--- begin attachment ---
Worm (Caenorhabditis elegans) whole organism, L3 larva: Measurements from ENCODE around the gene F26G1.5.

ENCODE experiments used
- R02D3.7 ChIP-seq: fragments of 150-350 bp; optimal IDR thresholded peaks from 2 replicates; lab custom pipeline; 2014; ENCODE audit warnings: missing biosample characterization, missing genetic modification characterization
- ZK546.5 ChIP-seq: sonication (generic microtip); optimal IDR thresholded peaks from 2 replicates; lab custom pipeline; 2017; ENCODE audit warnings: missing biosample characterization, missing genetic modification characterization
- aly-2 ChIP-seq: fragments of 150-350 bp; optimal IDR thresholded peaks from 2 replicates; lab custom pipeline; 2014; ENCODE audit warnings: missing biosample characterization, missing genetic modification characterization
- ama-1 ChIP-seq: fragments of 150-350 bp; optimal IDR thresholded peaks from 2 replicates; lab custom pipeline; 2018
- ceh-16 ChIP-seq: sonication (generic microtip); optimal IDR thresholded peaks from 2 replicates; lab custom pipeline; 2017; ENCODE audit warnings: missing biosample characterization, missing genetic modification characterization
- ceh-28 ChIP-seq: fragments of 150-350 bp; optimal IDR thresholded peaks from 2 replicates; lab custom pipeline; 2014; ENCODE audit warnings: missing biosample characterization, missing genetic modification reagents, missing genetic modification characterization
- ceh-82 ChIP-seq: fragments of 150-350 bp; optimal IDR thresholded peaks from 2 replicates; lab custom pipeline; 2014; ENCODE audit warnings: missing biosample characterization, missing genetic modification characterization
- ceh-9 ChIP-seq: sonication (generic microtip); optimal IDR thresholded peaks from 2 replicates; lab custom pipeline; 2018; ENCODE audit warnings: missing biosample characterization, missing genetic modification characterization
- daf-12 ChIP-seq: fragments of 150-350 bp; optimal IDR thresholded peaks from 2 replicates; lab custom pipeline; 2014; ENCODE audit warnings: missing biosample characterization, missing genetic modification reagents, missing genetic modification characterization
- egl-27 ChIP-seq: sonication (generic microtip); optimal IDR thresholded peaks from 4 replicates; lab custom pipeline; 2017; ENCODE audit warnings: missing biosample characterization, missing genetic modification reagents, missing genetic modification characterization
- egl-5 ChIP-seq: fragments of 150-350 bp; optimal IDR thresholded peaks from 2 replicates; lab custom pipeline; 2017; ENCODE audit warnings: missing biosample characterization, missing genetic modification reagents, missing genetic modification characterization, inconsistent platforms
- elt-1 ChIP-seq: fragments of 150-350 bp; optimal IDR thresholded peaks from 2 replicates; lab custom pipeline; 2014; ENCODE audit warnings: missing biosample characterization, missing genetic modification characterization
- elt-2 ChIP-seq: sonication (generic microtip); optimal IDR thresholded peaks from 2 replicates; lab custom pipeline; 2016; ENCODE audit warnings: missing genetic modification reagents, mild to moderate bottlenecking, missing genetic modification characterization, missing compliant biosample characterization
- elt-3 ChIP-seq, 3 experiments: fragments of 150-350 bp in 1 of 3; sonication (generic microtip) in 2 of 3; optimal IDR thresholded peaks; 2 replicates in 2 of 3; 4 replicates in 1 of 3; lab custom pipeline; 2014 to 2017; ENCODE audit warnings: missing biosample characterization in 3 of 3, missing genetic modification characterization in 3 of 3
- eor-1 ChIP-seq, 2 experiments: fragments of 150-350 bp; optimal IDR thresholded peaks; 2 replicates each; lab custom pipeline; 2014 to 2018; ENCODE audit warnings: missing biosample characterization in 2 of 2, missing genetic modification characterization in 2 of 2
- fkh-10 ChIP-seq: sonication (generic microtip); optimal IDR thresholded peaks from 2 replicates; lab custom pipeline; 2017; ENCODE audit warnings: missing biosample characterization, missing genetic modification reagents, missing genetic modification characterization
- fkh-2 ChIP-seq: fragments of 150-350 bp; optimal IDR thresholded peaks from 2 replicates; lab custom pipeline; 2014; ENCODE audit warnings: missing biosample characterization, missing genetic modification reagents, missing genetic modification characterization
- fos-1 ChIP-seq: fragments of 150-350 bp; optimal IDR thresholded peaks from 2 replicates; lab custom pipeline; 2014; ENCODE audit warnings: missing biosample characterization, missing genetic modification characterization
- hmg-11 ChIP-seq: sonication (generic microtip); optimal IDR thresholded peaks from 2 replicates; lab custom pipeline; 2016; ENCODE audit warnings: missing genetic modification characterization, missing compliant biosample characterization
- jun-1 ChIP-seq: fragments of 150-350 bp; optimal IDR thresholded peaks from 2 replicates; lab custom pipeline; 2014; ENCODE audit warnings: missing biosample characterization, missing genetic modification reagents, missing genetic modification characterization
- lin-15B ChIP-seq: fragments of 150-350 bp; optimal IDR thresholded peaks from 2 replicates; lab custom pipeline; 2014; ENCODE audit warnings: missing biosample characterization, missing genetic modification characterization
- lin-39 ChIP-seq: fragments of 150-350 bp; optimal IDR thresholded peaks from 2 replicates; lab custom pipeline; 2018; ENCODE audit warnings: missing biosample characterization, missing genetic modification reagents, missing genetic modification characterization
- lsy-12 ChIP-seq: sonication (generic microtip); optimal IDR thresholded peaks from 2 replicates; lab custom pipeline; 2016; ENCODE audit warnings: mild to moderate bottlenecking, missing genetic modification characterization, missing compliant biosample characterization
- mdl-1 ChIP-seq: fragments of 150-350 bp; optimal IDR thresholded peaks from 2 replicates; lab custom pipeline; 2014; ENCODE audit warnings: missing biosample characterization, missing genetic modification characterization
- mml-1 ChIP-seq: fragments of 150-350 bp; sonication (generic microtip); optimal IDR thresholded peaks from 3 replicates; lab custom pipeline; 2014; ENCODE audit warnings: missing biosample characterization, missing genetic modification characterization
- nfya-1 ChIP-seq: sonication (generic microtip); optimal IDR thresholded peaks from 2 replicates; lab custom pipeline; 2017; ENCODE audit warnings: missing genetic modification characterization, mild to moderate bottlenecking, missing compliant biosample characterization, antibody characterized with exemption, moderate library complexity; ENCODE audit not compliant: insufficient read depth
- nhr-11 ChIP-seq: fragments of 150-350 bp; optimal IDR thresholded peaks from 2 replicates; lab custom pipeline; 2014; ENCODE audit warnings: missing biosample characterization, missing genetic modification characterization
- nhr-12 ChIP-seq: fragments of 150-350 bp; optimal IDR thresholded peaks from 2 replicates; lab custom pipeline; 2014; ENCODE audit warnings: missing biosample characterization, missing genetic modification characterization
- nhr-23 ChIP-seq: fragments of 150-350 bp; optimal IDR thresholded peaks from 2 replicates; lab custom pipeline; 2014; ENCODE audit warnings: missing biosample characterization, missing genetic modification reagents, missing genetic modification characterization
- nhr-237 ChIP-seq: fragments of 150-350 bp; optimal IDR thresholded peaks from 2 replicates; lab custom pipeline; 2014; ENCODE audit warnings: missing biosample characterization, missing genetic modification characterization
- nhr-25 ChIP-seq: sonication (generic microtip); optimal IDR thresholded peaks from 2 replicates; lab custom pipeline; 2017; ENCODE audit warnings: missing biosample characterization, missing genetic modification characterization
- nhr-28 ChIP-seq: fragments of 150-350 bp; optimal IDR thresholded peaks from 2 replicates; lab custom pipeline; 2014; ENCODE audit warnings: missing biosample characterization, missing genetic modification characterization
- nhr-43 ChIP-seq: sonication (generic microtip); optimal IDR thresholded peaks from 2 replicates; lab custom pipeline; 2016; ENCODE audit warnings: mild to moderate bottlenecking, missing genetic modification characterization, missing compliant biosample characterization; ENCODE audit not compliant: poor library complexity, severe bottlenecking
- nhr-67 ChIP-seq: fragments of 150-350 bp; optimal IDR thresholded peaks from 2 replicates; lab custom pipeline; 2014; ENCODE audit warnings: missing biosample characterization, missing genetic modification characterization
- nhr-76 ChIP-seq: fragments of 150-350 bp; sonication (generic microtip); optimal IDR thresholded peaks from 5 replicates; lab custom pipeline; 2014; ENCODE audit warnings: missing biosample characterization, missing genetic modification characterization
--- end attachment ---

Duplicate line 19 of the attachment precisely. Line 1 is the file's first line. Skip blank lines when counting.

- fkh-2 ChIP-seq: fragments of 150-350 bp; optimal IDR thresholded peaks from 2 replicates; lab custom pipeline; 2014; ENCODE audit warnings: missing biosample characterization, missing genetic modification reagents, missing genetic modification characterization